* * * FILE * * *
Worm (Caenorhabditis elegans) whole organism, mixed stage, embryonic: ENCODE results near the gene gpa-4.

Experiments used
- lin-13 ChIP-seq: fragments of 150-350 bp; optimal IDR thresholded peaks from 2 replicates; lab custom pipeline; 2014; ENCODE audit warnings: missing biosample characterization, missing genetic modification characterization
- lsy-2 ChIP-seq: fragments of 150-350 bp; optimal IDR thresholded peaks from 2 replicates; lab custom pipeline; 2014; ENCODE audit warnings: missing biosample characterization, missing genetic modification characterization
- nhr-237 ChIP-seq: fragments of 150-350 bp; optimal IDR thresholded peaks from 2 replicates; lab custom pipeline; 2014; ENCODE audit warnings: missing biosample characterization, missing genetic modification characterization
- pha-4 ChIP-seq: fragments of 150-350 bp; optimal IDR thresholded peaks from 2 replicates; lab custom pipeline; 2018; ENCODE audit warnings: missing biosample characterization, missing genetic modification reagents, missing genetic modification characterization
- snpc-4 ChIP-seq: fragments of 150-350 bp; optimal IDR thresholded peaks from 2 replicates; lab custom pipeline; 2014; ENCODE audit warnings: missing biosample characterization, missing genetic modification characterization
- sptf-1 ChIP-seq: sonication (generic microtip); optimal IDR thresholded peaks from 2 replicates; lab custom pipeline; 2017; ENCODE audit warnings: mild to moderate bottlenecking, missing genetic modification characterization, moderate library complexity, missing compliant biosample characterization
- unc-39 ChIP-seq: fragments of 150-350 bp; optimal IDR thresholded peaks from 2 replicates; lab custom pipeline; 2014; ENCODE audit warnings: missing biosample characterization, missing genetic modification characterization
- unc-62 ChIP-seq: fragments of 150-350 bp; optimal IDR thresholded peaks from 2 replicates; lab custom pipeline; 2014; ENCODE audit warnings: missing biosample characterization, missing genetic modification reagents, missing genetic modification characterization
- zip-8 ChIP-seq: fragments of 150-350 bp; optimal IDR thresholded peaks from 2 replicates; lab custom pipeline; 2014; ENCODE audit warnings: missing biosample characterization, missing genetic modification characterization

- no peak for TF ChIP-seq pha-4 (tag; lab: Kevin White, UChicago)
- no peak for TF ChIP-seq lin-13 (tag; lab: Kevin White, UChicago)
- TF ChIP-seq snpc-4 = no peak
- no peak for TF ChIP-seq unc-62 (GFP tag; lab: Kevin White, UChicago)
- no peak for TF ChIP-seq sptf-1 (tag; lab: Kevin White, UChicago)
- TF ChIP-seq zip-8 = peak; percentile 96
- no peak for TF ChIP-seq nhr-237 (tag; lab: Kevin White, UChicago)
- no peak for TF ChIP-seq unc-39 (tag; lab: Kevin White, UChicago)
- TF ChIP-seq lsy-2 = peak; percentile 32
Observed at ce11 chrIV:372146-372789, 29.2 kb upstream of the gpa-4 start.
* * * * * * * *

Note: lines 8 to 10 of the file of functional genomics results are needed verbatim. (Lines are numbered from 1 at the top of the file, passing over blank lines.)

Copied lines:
- sptf-1 ChIP-seq: sonication (generic microtip); optimal IDR thresholded peaks from 2 replicates; lab custom pipeline; 2017; ENCODE audit warnings: mild to moderate bottlenecking, missing genetic modification characterization, moderate library complexity, missing compliant biosample characterization
- unc-39 ChIP-seq: fragments of 150-350 bp; optimal IDR thresholded peaks from 2 replicates; lab custom pipeline; 2014; ENCODE audit warnings: missing biosample characterization, missing genetic modification characterization
- unc-62 ChIP-seq: fragments of 150-350 bp; optimal IDR thresholded peaks from 2 replicates; lab custom pipeline; 2014; ENCODE audit warnings: missing biosample characterization, missing genetic modification reagents, missing genetic modification characterization